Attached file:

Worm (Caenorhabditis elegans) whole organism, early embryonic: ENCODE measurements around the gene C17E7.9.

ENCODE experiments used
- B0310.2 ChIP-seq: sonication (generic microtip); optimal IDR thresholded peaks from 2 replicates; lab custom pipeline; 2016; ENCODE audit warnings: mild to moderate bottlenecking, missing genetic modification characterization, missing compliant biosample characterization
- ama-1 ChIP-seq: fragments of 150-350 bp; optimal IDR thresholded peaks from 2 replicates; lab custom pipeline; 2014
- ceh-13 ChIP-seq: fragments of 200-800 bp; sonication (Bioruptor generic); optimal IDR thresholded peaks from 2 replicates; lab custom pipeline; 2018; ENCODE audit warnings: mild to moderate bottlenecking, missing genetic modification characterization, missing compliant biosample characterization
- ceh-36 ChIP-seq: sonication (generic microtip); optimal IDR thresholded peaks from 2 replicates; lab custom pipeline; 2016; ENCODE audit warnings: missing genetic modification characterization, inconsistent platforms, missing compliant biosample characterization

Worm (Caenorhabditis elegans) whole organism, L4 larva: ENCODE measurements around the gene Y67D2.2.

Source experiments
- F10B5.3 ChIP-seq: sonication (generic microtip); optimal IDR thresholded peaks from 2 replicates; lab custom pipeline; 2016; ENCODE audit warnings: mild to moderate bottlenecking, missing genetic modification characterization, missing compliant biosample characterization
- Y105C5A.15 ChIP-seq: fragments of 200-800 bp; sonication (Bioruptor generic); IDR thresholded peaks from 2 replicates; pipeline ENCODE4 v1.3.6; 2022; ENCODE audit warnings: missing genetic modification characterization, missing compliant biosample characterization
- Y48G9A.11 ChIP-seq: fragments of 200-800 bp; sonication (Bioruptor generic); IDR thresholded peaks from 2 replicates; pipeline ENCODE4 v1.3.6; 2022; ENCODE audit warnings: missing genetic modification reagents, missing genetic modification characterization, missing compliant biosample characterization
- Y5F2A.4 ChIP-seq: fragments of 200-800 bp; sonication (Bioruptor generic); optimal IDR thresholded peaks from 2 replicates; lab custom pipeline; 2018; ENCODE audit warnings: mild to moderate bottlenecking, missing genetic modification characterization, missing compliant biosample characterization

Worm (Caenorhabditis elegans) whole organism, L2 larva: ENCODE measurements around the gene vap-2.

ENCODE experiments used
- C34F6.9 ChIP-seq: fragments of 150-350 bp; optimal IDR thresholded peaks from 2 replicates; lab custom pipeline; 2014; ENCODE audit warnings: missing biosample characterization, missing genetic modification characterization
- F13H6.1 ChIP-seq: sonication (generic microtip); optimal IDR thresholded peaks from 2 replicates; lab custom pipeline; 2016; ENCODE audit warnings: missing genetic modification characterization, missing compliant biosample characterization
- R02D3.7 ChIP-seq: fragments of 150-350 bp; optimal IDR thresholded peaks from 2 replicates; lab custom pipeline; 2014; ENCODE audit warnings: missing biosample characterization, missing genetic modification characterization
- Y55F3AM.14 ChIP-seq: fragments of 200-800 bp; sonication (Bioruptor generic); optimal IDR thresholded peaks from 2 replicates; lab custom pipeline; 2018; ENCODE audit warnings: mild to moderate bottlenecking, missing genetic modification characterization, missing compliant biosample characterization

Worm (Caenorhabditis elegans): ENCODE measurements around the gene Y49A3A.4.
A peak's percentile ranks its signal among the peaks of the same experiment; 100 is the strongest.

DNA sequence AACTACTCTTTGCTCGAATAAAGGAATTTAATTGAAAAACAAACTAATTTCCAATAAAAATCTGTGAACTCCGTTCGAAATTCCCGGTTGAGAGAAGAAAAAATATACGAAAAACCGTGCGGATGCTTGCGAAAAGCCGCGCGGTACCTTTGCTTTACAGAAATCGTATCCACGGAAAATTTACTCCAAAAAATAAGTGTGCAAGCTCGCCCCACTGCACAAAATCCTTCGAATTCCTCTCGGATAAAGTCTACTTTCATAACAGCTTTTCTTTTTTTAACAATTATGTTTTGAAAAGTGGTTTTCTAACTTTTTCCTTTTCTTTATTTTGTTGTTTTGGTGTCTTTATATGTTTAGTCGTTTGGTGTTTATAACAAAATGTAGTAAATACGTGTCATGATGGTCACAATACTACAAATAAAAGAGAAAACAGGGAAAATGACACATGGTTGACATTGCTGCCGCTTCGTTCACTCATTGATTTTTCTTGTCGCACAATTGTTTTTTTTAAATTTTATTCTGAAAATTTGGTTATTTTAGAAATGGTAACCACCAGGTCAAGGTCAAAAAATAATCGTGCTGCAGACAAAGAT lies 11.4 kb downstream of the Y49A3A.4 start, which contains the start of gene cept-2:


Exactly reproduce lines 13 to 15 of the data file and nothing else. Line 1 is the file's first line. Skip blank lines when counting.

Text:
Worm (Caenorhabditis elegans) whole organism, L2 larva: ENCODE measurements around the gene vap-2.

ENCODE experiments used
- C34F6.9 ChIP-seq: fragments of 150-350 bp; optimal IDR thresholded peaks from 2 replicates; lab custom pipeline; 2014; ENCODE audit warnings: missing biosample characterization, missing genetic modification characterization